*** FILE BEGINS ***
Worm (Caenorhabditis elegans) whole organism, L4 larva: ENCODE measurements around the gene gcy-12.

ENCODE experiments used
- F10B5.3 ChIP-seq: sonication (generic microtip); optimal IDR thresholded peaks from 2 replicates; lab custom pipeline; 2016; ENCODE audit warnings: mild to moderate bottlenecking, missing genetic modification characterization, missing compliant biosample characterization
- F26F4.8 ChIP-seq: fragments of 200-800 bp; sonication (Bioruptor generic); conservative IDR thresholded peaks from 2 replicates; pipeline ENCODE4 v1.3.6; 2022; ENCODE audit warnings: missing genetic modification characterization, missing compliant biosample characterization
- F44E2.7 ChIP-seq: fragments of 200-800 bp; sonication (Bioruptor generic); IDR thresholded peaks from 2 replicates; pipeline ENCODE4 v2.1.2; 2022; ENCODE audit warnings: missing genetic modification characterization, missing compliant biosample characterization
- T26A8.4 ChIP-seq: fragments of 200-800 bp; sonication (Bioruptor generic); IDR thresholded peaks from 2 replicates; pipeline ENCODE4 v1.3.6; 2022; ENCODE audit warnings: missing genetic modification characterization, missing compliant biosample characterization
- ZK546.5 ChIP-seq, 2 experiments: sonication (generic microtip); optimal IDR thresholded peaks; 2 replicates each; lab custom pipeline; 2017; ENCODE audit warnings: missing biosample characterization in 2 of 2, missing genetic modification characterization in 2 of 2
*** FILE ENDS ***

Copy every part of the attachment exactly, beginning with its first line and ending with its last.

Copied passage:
Worm (Caenorhabditis elegans) whole organism, L4 larva: ENCODE measurements around the gene gcy-12.

ENCODE experiments used
- F10B5.3 ChIP-seq: sonication (generic microtip); optimal IDR thresholded peaks from 2 replicates; lab custom pipeline; 2016; ENCODE audit warnings: mild to moderate bottlenecking, missing genetic modification characterization, missing compliant biosample characterization
- F26F4.8 ChIP-seq: fragments of 200-800 bp; sonication (Bioruptor generic); conservative IDR thresholded peaks from 2 replicates; pipeline ENCODE4 v1.3.6; 2022; ENCODE audit warnings: missing genetic modification characterization, missing compliant biosample characterization
- F44E2.7 ChIP-seq: fragments of 200-800 bp; sonication (Bioruptor generic); IDR thresholded peaks from 2 replicates; pipeline ENCODE4 v2.1.2; 2022; ENCODE audit warnings: missing genetic modification characterization, missing compliant biosample characterization
- T26A8.4 ChIP-seq: fragments of 200-800 bp; sonication (Bioruptor generic); IDR thresholded peaks from 2 replicates; pipeline ENCODE4 v1.3.6; 2022; ENCODE audit warnings: missing genetic modification characterization, missing compliant biosample characterization
- ZK546.5 ChIP-seq, 2 experiments: sonication (generic microtip); optimal IDR thresholded peaks; 2 replicates each; lab custom pipeline; 2017; ENCODE audit warnings: missing biosample characterization in 2 of 2, missing genetic modification characterization in 2 of 2